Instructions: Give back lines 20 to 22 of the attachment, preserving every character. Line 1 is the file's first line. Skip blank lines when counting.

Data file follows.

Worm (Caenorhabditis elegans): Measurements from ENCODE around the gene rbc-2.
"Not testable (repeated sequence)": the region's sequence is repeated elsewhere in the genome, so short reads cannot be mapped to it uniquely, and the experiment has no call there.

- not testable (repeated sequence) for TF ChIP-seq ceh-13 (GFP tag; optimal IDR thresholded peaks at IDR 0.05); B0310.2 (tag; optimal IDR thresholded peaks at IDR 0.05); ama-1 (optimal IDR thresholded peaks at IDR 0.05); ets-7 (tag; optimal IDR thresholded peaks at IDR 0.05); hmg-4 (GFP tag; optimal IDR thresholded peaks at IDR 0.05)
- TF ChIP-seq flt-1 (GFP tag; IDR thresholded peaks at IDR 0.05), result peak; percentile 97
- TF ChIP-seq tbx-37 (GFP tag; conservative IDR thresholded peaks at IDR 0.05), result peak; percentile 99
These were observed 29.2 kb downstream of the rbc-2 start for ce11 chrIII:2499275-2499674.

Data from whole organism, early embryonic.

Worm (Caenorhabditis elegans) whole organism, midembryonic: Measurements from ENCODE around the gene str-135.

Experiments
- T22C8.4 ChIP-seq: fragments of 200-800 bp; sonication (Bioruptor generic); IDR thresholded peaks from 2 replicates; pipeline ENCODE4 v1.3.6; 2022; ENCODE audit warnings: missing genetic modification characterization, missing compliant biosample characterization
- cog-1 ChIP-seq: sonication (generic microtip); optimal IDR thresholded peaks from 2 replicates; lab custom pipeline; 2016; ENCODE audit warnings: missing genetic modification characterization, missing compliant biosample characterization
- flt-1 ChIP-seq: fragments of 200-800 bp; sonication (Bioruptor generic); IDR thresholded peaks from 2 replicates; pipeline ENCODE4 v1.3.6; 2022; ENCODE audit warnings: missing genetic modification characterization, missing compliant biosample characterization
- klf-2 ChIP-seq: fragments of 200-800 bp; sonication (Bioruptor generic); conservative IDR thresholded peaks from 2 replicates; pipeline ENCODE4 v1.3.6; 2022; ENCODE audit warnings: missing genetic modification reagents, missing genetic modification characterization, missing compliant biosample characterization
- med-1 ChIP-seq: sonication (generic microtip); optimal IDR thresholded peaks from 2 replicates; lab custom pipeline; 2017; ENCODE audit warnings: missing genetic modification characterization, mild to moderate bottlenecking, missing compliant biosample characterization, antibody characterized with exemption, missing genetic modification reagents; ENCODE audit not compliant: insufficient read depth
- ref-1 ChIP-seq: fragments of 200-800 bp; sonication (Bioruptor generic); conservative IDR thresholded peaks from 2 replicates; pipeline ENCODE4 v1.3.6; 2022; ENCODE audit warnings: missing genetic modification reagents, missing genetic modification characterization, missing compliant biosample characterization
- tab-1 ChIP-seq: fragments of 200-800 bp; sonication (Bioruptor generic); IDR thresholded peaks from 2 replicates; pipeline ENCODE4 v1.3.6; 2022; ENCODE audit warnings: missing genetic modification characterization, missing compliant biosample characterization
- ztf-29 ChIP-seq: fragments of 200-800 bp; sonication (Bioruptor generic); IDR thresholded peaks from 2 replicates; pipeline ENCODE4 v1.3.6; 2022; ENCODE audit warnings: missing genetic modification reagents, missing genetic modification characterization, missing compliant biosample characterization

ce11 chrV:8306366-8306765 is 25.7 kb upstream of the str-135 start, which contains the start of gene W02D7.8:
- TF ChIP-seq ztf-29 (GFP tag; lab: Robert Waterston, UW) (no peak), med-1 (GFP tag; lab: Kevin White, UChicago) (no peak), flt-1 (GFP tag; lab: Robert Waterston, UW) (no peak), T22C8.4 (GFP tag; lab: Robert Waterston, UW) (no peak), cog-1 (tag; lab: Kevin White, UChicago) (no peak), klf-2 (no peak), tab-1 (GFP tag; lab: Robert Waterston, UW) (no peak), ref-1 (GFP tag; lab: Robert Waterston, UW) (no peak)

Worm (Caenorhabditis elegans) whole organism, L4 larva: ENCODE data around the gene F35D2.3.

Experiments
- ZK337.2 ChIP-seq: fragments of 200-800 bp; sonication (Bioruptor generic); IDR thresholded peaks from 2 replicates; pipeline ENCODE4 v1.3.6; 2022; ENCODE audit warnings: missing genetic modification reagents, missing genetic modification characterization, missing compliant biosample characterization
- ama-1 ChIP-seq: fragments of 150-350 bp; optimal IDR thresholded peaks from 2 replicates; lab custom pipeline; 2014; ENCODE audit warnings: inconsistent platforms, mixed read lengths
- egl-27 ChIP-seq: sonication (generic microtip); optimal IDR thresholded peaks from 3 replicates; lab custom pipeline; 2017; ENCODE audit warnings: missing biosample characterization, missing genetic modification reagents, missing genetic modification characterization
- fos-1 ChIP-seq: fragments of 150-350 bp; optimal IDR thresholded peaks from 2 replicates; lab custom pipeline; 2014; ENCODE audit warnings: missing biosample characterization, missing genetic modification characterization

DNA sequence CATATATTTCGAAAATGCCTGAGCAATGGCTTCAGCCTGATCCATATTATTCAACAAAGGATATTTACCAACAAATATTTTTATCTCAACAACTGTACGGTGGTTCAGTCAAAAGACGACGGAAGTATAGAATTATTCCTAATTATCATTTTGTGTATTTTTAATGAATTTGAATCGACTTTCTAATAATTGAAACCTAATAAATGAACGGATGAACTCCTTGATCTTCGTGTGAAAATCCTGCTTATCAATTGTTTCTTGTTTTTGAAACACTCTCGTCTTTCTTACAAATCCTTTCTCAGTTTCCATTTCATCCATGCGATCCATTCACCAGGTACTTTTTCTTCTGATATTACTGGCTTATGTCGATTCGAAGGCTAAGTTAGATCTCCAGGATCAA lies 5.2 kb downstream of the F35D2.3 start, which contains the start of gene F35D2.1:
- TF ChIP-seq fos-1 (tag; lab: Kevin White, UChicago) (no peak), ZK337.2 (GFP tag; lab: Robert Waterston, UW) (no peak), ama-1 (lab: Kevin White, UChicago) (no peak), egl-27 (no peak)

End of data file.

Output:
Worm (Caenorhabditis elegans) whole organism, L4 larva: ENCODE data around the gene F35D2.3.

Experiments
- ZK337.2 ChIP-seq: fragments of 200-800 bp; sonication (Bioruptor generic); IDR thresholded peaks from 2 replicates; pipeline ENCODE4 v1.3.6; 2022; ENCODE audit warnings: missing genetic modification reagents, missing genetic modification characterization, missing compliant biosample characterization